The Navratri festival is probably the most vibrant festival of India. Spreading across the expanse of India it is celebrated in different hues in different parts of the country each imparting its own flavour.
This is the only festival that lasts nine days and culminates with Dushera. A celebration of the triumph of good over evil.
There are enough tales, plots and sub plots to keep an inquisitive reader engaged for months. Here is a selection of short stories. One story for each of these ten days, to learn more about what made this such an absorbing contest.
Tales of one who had ten heads, yet not a sound mind.
Tale Eight – Karma
Ravan abducted Ram’s wife, a crime for which he was killed by Ram himself. So says the Ramayan. The epic makes Ravan the archetypical villain. And since Ram is God for most Hindus, Ravan’s actions make him the Devil incarnate. This justifies the annual burning of his effigy on the Gangetic plains during the festival of Dushera.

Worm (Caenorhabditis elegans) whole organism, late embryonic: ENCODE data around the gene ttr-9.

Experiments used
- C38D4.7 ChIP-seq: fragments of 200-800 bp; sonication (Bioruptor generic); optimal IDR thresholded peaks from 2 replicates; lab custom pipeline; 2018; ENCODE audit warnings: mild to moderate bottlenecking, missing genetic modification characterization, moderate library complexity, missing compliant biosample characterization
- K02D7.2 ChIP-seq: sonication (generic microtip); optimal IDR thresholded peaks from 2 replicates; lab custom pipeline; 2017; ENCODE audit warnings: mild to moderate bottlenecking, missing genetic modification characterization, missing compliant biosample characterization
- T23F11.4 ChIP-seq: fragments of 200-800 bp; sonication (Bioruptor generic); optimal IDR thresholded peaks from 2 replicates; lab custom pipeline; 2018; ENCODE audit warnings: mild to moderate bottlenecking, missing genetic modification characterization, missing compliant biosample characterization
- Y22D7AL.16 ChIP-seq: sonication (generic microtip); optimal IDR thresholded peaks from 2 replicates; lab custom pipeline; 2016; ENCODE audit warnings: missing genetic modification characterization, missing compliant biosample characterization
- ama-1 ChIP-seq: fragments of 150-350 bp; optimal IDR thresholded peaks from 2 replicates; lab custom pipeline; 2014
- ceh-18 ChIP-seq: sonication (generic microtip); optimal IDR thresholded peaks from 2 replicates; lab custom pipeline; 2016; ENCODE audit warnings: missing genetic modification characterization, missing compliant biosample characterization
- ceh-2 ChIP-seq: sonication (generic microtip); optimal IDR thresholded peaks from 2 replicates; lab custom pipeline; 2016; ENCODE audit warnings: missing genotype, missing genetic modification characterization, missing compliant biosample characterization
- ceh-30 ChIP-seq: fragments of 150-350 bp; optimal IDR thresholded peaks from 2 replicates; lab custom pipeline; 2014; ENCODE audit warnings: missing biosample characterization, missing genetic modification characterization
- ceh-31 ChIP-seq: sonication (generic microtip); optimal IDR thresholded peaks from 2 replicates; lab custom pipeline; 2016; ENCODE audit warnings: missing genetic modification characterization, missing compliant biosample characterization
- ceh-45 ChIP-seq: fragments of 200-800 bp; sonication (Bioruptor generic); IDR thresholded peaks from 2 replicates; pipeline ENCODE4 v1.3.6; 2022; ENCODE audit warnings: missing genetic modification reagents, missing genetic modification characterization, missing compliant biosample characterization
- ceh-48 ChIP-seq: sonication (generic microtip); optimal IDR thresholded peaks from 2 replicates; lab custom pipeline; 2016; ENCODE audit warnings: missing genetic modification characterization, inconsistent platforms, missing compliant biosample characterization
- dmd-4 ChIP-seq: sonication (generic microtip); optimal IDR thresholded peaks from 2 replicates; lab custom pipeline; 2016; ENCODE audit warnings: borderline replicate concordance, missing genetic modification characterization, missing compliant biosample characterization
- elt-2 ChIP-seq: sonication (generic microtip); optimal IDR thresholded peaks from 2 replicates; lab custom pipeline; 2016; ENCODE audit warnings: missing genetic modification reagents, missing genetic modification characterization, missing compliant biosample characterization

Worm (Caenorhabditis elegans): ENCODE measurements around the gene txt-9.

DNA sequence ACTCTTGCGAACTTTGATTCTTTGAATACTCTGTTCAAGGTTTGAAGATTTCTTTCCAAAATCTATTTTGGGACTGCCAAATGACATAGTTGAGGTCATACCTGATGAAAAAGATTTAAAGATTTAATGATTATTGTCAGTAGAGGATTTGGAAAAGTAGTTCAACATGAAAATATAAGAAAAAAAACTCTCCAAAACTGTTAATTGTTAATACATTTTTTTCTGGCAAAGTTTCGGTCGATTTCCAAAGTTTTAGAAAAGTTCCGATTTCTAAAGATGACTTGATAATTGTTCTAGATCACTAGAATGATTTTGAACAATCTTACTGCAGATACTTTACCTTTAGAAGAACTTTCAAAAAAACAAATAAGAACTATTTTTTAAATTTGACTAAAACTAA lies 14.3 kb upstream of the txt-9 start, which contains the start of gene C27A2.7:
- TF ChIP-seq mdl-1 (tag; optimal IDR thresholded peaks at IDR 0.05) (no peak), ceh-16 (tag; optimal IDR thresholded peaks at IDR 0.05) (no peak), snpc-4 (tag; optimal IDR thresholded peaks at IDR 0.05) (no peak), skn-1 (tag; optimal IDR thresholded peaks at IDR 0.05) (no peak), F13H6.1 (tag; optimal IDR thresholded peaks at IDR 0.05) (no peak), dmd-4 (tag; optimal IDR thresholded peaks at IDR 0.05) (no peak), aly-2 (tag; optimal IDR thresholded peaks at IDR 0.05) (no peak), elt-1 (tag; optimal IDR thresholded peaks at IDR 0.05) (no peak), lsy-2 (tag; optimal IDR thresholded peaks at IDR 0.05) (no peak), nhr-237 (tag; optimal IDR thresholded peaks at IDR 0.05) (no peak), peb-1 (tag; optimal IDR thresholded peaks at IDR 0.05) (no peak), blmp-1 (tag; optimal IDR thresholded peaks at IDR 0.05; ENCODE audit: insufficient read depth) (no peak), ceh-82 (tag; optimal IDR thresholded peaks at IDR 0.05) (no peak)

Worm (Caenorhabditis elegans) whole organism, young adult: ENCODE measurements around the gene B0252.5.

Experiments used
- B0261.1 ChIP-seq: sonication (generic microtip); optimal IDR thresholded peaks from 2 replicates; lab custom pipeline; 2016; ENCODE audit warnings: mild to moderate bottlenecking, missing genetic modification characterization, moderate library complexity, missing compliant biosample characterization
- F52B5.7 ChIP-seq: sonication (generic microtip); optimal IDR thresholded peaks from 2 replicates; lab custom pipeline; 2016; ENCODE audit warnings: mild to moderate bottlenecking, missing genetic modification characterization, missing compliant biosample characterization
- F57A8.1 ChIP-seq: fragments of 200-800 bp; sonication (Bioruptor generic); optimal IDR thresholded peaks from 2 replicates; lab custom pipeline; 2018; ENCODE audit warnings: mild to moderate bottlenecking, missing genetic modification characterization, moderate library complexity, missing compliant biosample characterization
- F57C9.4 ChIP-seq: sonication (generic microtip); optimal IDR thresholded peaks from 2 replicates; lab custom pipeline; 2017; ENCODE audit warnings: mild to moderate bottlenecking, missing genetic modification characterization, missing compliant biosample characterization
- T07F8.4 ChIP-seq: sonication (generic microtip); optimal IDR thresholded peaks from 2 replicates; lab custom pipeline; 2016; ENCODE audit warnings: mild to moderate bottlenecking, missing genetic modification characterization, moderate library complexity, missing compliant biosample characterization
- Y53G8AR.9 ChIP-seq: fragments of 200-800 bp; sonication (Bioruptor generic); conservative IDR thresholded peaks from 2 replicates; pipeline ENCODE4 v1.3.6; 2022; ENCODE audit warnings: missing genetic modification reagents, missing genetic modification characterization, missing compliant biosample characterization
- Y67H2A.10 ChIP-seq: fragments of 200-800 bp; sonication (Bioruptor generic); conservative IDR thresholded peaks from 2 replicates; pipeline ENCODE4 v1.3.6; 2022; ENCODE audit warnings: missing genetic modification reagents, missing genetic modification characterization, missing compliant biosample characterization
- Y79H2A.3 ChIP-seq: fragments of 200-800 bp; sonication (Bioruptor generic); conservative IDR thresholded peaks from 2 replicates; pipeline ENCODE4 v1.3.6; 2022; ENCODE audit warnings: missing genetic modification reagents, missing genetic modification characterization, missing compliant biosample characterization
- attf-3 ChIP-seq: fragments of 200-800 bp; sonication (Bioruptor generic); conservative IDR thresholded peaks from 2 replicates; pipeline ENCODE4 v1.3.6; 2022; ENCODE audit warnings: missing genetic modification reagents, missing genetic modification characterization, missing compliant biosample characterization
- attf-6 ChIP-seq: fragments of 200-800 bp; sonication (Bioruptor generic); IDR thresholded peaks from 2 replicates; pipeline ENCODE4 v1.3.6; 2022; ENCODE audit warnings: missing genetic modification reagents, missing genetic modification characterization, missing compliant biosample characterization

But on the hills of Rishikesh or in the temple of Rameshwaram, one hears the tale of how Ram atoned for the sin of killing Ravan. Why should God atone for killing a villain? One realizes that, like most things Hindu, the Ramayan is not as simplistic and pedestrian an epic as some are eager to believe.
After slaying Ravan, Ram was informed by Rishi Agastya that Ravan was only half-demon: his father Vaishrava, was a Brahmin whose father was Pulatsya, one of the seven mind-born primal sons of Brahma himself. Ram, though God incarnate, was born in the family of Kshatriyas. In the caste hierarchy, Ram was of lower rank. As Brahmin, he was custodian of Brahma-gyan (the knowledge of God). Killing him meant Brahma-hatya-paap, the sin of Brahminicide.
So after killing Ravan, before returning to Ayodhya, Ram went to the Himalayas to perform penance and purify himself of the sin of Brahma-hatya or killing of a Brahmin.
Read Tale Nine tomorrow